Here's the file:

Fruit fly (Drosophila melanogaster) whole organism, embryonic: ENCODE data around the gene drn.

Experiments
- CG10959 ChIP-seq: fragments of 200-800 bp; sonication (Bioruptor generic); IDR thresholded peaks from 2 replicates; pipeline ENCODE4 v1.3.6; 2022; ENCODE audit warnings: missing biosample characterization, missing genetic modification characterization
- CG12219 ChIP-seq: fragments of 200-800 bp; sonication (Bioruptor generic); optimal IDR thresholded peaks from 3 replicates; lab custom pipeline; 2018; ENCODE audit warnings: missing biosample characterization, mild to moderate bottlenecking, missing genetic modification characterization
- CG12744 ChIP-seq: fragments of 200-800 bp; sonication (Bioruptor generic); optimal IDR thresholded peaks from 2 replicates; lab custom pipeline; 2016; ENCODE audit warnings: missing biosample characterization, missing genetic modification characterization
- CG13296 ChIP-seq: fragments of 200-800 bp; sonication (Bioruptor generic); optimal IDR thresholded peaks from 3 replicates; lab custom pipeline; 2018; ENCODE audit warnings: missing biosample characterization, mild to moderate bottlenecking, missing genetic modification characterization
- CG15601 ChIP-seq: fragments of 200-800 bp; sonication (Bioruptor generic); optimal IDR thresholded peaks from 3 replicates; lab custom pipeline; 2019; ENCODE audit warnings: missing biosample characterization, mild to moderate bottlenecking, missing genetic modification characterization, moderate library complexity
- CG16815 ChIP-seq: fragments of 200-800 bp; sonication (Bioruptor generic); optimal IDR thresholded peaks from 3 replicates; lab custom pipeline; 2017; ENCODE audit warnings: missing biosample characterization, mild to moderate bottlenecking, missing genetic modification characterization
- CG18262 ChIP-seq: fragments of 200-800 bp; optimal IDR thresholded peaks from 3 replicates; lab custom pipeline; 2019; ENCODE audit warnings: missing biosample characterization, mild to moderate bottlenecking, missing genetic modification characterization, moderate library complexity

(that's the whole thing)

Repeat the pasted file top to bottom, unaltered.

Fruit fly (Drosophila melanogaster) whole organism, embryonic: ENCODE data around the gene drn.

Experiments
- CG10959 ChIP-seq: fragments of 200-800 bp; sonication (Bioruptor generic); IDR thresholded peaks from 2 replicates; pipeline ENCODE4 v1.3.6; 2022; ENCODE audit warnings: missing biosample characterization, missing genetic modification characterization
- CG12219 ChIP-seq: fragments of 200-800 bp; sonication (Bioruptor generic); optimal IDR thresholded peaks from 3 replicates; lab custom pipeline; 2018; ENCODE audit warnings: missing biosample characterization, mild to moderate bottlenecking, missing genetic modification characterization
- CG12744 ChIP-seq: fragments of 200-800 bp; sonication (Bioruptor generic); optimal IDR thresholded peaks from 2 replicates; lab custom pipeline; 2016; ENCODE audit warnings: missing biosample characterization, missing genetic modification characterization
- CG13296 ChIP-seq: fragments of 200-800 bp; sonication (Bioruptor generic); optimal IDR thresholded peaks from 3 replicates; lab custom pipeline; 2018; ENCODE audit warnings: missing biosample characterization, mild to moderate bottlenecking, missing genetic modification characterization
- CG15601 ChIP-seq: fragments of 200-800 bp; sonication (Bioruptor generic); optimal IDR thresholded peaks from 3 replicates; lab custom pipeline; 2019; ENCODE audit warnings: missing biosample characterization, mild to moderate bottlenecking, missing genetic modification characterization, moderate library complexity
- CG16815 ChIP-seq: fragments of 200-800 bp; sonication (Bioruptor generic); optimal IDR thresholded peaks from 3 replicates; lab custom pipeline; 2017; ENCODE audit warnings: missing biosample characterization, mild to moderate bottlenecking, missing genetic modification characterization
- CG18262 ChIP-seq: fragments of 200-800 bp; optimal IDR thresholded peaks from 3 replicates; lab custom pipeline; 2019; ENCODE audit warnings: missing biosample characterization, mild to moderate bottlenecking, missing genetic modification characterization, moderate library complexity